Ken's Bamburgh Journal
Fieldwork 2006

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Very frustrating the past three days: delicate digging at hard clay with dental tools in order to extricate bits of skeleton from the soil matrix. Despite good-looking bones, the skelly's just falling apart as it emerges. All the large bones come out in at least three or four sections. The longest pieces to come out intact are the finger bones. At this point all that's left is the skull, which will be pulled out within a block of clay, for finer, more controlled excavation in the lab. Mine is not the only skelly coming out badly, but still, it's disheartening.

On top of the difficult digging on hands and knees, we have thunderbugs. When the weather turns hot and humid as over the past few days and/or the local farmers harvest their wheat and barley fields, swarms of tiny, tiny thunderbugs take to the air. And then land on us. These things are too small to photograph - a hundred might fit on your thumbnail - but sheesh, you can feel them crawling on you. This creepy-crawly feeling does little to enhance one's time in the trench while poised over the skelly with small tools, trying not to shrug or brush away the bugs because you might accidentally bump the bones and destroy them.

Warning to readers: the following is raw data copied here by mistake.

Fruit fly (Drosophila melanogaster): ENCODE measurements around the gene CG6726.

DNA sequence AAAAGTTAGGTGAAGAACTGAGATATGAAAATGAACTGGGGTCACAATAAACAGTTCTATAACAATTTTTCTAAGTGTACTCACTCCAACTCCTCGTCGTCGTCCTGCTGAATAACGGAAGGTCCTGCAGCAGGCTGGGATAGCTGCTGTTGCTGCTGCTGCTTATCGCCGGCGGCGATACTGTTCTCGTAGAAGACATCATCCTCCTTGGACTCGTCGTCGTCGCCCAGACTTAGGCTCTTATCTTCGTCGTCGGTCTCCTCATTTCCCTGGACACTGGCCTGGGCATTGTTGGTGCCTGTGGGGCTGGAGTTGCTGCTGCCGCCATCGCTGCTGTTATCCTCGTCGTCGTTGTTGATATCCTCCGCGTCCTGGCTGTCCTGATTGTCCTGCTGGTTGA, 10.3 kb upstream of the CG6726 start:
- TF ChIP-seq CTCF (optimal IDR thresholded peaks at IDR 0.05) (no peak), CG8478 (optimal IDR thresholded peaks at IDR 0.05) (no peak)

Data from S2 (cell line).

Social life on this project is excellent, given the number of people and weekly changes - always someone new to talk to. One recent arrival - who used to be professional chef - showed me how to hit a head of iceberg lettuce on a table in order to break out its stem completely, which saves a lot of time when making salad. Whoudda thunk I'd learn how to make salads faster while on ar archaeological project?

My skelly's skull on a block of soil, for lifting first thing in the morning.

My skelly is to the left; to the right of it are a couple new graves opened recently; to the far right are three more marked out for excavation - they packed people in here, many times cutting into existing graves, thereby greatly confusing the whole layout for us

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